Human Migration (the course) concludes tomorrow evening, with an interdisciplinary roundtable featuring all of us content-providers: the philosopher, the political scientist, the sociologist, the dance instructor... As cosmopolitan a tableau as you'll ever see in the modern classroom, and an appropriate final punctuation mark for my block contribution, "The Human Journey to Cosmopolitanism." My message has been simple: science supports our better ethical instincts, those that trust rather than fear the "stranger" among us. We are the stranger. We are stronger together.
That's what the Marchers for Science were saying too, on Earth Day Saturday. They had some great signs, including this one:
The Vulcans were always on board with cosmopolitanism, with their ethos of IDIC - infinite diversity from infinite combinations. Will humans join them? Will we become a Federation? Or will we devolve?
A recent essay in the Chronicle of Higher Education worries that Colleges Are Rejecting Our Common Humanity and the Science That Reveals It. That trend, if continued, would be devolution.
Anthony Appiah's latest moralizing in The Ethicist urges instead the moral high ground. To the woman whose husband criticizes her "moral superiority" for refraining from saying demeaning things about people in private she wouldn't say in public he observes: "We let ourselves off the hook when we reflexively use “morally superior” as disparagement, as a synonym for toxic condescension. News flash: It’s morally superior to be morally superior." We can do better.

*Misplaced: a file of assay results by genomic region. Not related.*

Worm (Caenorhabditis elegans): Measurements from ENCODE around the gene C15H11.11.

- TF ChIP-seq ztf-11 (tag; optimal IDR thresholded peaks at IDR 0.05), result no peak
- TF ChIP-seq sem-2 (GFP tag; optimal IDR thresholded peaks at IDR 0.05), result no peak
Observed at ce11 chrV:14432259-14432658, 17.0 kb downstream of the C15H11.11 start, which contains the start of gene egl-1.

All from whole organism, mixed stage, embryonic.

We clearly have a long journey ahead of us. Cassini is a good role model, already imposing the Prime Directive. "One reason scientists want to make sure Cassini is incinerated at the end of its journey is to ensure that any of its earthborn microbes do not contaminate the biotic or prebiotic worlds out there. Just in case..."
Its grand finale began yesterday, while only last week it discovered "possible life-supporting hydrothermal vents" on the moon Enceladus." Will we discover unexpected sources of life-support, before we begin our descent? Per ardua ad astra, a rough road leads to the stars.
Happy birthday Anthony Trollope. "He would write 1,000 words an hour before breakfast; he said, 'A small daily task, if it be really daily, will beat the labors of a spasmodic Hercules.'”
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